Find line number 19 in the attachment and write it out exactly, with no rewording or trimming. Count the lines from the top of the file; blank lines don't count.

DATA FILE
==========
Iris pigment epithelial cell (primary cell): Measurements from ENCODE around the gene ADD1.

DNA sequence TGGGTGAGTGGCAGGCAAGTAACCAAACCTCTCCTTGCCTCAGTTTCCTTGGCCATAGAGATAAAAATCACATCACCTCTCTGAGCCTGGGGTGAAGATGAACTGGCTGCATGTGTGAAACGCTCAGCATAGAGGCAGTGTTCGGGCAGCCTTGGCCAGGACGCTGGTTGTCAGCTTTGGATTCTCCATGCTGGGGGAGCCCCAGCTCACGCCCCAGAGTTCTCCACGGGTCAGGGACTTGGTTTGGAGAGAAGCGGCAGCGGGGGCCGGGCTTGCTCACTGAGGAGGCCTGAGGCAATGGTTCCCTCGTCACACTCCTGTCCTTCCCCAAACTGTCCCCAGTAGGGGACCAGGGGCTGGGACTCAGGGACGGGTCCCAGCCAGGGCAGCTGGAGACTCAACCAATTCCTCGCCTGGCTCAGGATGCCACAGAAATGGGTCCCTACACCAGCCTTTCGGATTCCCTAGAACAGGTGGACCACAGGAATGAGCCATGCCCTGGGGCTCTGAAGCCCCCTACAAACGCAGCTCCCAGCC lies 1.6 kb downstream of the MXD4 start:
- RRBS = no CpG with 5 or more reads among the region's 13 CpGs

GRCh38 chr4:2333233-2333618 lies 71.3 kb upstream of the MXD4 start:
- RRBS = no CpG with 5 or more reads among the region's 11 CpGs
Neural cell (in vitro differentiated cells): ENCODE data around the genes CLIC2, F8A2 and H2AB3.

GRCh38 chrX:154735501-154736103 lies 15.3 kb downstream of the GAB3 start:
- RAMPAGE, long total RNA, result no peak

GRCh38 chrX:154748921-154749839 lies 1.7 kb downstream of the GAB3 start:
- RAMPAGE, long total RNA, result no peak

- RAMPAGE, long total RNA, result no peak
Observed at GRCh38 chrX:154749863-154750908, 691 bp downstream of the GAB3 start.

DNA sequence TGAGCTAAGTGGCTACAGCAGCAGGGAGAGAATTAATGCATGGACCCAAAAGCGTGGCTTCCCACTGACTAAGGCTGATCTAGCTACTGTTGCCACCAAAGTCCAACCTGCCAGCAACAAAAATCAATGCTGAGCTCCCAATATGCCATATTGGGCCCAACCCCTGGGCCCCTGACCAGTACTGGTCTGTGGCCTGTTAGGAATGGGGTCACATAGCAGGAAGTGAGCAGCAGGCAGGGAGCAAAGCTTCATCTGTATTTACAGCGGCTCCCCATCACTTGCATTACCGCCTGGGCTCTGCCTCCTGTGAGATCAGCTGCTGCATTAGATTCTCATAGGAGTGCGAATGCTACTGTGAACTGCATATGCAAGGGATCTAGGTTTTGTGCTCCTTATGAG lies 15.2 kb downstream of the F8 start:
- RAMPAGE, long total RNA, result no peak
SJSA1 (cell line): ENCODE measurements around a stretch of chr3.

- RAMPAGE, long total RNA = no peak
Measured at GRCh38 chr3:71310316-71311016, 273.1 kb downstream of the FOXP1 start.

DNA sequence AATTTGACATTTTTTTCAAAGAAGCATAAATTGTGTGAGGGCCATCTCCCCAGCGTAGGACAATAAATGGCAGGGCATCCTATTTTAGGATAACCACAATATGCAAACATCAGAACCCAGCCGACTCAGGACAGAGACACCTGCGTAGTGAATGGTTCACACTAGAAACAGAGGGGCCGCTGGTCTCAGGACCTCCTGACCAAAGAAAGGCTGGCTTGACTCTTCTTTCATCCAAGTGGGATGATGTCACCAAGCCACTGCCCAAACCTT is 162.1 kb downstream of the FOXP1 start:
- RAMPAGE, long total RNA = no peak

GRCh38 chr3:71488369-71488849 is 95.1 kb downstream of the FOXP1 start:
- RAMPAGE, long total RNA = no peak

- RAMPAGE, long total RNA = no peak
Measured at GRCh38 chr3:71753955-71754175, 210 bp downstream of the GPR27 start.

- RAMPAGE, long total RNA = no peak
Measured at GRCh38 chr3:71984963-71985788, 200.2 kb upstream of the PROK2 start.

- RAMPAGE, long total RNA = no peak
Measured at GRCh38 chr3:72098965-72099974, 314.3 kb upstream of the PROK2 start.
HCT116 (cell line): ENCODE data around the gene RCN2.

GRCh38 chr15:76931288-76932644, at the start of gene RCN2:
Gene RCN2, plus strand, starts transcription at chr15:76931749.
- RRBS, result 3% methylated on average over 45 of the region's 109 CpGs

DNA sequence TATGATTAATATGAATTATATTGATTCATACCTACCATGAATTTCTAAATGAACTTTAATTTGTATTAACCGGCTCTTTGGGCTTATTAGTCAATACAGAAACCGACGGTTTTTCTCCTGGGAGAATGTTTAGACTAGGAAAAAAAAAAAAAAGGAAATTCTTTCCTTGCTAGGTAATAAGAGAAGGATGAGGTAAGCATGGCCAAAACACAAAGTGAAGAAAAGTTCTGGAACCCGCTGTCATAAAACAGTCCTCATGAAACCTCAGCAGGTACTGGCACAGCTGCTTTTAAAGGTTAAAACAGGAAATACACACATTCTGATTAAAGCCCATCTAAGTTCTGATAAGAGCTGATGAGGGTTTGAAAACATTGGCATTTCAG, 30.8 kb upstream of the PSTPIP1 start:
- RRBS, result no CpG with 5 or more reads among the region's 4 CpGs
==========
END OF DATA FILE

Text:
- RAMPAGE, long total RNA = no peak